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A new documentary based on New York Times investigations has provided yet more stunning revelations about pop star Britney Spears’s daily life under her 13-year ongoing conservatorship, including claims that her phone was monitored and recorded and that her security installed a recording device in the pop star’s bedroom.
Controlling Britney Spears is a follow-up to FX and Hulu’s Emmy-nominated documentary, the New York Times Presents Framing Britney Spears, which shocked viewers when it was released in February with a detailed look into Spears’s ongoing struggle to free herself from her father and the conservatorship.
The new 70-minute film, which first aired on Friday night, goes further inside the conservatorship arrangement, with interviews from Spears’s longtime former assistant, Felicia Culotta; her onetime head of wardrobe, Latisha “Tish” Yates; a former tour manager, Dan George; and former security staffer Alex Vlasov, who described in depth for the first time the extensive security apparatus reportedly installed at the behest of Spears’s father, Jamie, when the conservatorship was initiated in 2008.
The insiders detailed how Jamie worked with Edan Yemini, head of Black Box security, and Robin Greenhill, an employee of Tri Star Sports & Entertainment Group – which handled the business side of Spears’ career – to oversee nearly every aspect of the singer’s life, including preventing her from accessing her own credit cards and accounts and isolating her from friends.
Vlasov, a former employee of the security firm Black Box – hired by Jamie Spears to protect the star – claimed that the trio had a group chat that discussed “every step she took”, including closely managing her intimate relations. He claims that Greenhill proposed setting up an iPad to monitor Britney Spears’s iCloud activity, including texts, notes, calls, and browser history. Conversations with her friends, her mother, and her then lawyer were all closely watched.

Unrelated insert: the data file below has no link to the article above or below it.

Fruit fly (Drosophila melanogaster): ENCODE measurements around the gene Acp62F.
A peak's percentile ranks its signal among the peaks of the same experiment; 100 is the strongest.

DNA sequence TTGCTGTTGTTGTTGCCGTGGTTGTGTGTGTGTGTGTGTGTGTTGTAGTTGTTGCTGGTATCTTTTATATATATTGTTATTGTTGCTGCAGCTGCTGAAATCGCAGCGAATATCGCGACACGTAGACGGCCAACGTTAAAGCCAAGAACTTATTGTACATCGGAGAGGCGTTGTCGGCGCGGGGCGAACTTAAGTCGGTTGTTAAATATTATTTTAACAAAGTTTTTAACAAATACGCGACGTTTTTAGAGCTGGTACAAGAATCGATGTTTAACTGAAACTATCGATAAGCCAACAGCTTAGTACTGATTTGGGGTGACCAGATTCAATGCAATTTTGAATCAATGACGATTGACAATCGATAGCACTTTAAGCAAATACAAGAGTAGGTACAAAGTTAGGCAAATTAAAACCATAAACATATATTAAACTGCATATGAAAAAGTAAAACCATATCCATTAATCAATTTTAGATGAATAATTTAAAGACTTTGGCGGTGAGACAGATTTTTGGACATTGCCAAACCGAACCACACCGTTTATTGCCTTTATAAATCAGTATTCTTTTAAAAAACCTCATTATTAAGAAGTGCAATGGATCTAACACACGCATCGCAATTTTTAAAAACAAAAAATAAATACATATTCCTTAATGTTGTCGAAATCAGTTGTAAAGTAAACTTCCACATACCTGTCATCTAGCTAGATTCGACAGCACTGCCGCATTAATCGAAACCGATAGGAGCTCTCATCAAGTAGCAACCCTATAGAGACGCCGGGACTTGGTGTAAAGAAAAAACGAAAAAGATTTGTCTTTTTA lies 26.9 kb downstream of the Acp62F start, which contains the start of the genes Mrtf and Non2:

Recording conversations in a private place and mirroring texts without both parties’ consent can be illegal. It’s not clear whether the court overseeing Spears’s conservatorship was aware of or approved the surveillance.
Vlasov supported his claims with emails, texts, and audio recordings from the nine years when he served as executive assistant and operations and security manager for the security firm. In the film, Vlasov shows an email from Ingham asking Jamie’s legal team for confirmation that “no one other than my client can access her calls, voicemails, or texts, directly or indirectly”.
Vlasov said that the elaborate surveillance operation allowed almost every aspect of her life to be controlled by people including her father and Greenhill. “It really reminded me of somebody that was in prison,” Vlasov says in the film. “And security was put in a position to be the prison guards, essentially.”
Vlasov also claims that Yemini had an audio recording device installed in Britney’s bedroom in 2016, which captured 180-plus hours of audio, including conversations between the star and her boyfriend as well as her children. Vlasov also said that Britney Spears’s father was fixated on the singer’s potential male suitors, who he claims had to sign NDAs and contracts. According to a report obtained by the Times by a court-appointed investigator who interviewed Britney Spears in 2016, her father approved all her friends, especially male ones; they were “followed by private investigators” to make sure “their behaviors were acceptable to her father”, the investigator wrote in the report.
The star was routinely denied relatively small indulgences by Jamie Spears and Greenhill, like sushi or Skechers shoes that caught her eye, with financial restrictions cited as the rationale. “You had sushi yesterday, it’s too expensive,” Yates recalled the singer being told. The documentary notes that Jamie Spears was at the time paying himself $16,000 a month out of the Britney Spears’s bank account.
Furthermore, undercover operatives were sent by Yemini to infiltrate the Free Britney movement of fans in its early days, according to Vlasov in the film, to create dossiers on key members. “They were extremely nervous, because they had zero control over the Free Britney movement and what’s going to come out of it,” Vlasov said.
The film’s release comes days before a court decides the future of Britney Spears’s conservatorship, which was instituted in 2008 shortly after she was twice hospitalized amid a number of public struggles and concerns about her mental health and potential substance abuse. Her father was appointed conservator, giving him vast control over her life and finances, including the power to hire 24/7 security for the star.
In June, Britney Spears excoriated the judicial system and her conservators and managers, called the arrangement abusive. Following those comments, the judge authorized her to choose her own lawyer. The court is expected on 29 September to consider the request of Britney Spears’s new lawyer, Mathew S Rosengart, to remove Jamie Spears as the conservator of the singer’s estate. Jamie Spears has insisted that the conservatorship operated in the best interest of his daughter and that calls for his removal were baseless. But on 7 September, Jamie Spears abruptly asked the court to consider whether to terminate the conservatorship entirely; the court is also expected to consider this request next week.